Mikulski Calls on Senate to Pass Bipartisan Reauthorization of Child Care and Development Block Grant to Help American Families Access Safe, Affordable Child Care they can Count on

Senator introduced bipartisan legislation to support CCDBG which serves more than 1.5 million children every month, including 19,000 in Maryland

March 11, 2014

WASHINGTONU.S. Senator Barbara A. Mikulski (D-Md.), a senior member of the Senate Health, Education, Labor and Pensions (HELP) Committee, today urged Senate passage of the Child Care and Development Block Grant (CCDBG) Act of 2014, a bipartisan bill that will improve the quality of child care for the more than 1.5 million children and families, including 19,000 in Maryland, who benefit from the federal child care subsidy program. The law has not been reauthorized since 1996. The Senate is considering the legislation on the Floor this week.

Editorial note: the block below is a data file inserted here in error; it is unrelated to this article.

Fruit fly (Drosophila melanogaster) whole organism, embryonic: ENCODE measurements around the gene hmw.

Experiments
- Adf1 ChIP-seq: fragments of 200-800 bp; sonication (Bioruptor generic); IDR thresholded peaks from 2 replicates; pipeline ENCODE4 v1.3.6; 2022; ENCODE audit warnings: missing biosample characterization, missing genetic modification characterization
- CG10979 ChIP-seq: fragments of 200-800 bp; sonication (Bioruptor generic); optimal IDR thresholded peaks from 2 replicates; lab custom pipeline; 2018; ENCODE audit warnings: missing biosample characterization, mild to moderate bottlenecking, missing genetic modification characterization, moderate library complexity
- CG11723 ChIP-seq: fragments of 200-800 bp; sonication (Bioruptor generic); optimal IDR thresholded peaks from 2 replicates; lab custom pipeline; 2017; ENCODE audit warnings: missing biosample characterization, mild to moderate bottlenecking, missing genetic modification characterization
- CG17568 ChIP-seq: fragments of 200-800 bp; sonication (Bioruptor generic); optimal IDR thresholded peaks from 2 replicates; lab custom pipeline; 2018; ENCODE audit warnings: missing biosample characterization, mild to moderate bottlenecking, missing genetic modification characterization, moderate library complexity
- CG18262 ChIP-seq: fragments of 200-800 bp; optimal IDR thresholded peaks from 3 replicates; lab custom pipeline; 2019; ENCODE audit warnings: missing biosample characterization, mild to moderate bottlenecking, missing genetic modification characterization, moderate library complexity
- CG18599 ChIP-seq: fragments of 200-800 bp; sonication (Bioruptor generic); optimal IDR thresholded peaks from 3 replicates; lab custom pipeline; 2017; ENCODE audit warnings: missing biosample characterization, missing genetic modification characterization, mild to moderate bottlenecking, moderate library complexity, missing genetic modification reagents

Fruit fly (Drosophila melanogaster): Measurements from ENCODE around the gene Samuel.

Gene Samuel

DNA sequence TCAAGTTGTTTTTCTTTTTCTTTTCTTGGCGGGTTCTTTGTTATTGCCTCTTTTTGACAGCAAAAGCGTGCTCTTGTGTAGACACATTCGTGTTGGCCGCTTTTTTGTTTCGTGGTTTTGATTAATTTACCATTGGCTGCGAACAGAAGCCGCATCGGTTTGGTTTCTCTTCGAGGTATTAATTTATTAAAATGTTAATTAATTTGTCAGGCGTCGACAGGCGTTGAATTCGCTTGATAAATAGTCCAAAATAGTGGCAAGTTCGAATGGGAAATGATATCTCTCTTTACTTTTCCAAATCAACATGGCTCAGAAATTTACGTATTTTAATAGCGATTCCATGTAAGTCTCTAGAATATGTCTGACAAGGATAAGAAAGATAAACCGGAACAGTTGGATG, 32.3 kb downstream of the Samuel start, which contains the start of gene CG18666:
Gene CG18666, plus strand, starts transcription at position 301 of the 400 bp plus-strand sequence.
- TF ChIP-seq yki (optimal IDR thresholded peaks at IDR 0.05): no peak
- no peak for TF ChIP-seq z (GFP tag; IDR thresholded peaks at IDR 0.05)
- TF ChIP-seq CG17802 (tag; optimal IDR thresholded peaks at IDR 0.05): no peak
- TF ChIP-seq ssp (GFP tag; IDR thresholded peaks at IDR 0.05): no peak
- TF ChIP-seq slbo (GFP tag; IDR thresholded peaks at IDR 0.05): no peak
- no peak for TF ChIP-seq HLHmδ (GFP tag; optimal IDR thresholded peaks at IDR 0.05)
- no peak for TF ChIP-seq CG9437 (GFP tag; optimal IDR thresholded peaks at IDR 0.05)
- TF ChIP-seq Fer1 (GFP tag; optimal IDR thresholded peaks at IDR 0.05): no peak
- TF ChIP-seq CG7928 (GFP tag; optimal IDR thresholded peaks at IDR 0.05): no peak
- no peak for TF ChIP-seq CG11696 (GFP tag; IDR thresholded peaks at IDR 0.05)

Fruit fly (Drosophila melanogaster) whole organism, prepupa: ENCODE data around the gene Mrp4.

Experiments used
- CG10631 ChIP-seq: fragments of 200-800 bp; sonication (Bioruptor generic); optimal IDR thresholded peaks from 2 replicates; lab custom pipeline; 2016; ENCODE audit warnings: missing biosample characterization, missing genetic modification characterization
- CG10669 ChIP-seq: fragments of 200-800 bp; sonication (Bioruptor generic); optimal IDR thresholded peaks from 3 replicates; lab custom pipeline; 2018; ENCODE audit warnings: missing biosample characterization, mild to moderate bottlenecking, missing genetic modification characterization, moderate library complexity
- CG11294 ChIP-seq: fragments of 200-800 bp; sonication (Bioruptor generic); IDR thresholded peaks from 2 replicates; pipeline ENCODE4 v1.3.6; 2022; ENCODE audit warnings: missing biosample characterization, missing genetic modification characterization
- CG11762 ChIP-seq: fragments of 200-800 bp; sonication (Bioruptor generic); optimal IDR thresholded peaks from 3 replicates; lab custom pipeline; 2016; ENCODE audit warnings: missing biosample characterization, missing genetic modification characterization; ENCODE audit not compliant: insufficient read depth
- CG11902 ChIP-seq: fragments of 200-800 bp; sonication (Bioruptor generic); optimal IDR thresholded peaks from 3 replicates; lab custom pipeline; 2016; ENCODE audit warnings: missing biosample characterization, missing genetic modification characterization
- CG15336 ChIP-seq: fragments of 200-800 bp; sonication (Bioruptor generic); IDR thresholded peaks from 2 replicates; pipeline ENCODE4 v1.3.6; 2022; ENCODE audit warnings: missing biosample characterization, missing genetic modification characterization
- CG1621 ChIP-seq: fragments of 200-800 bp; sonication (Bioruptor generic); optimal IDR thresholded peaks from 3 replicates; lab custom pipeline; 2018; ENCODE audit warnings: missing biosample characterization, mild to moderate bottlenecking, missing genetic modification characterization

"Every working parent with children – no matter their wallet size and no matter their zip code – worries about child care. What's affordable? What's accessible? Will my child be safe? What will help prepare my child for school and give them the greatest chance to succeed?" Senator Mikulski said. "This legislation to refresh and reform the Child Care and Development Block Grant is the result of two years of bipartisan cooperation where we are working to change the tone and change the tide to make real change. Updating this vitally important child care program will help support those who care for our children, give parents peace of mind that their children are safe and receiving quality care, and better prepare our children for the future. It will help keep working parents at work while ensuring children have a safe environment that provides them the skills they need to begin to develop their potential and be better prepared for school."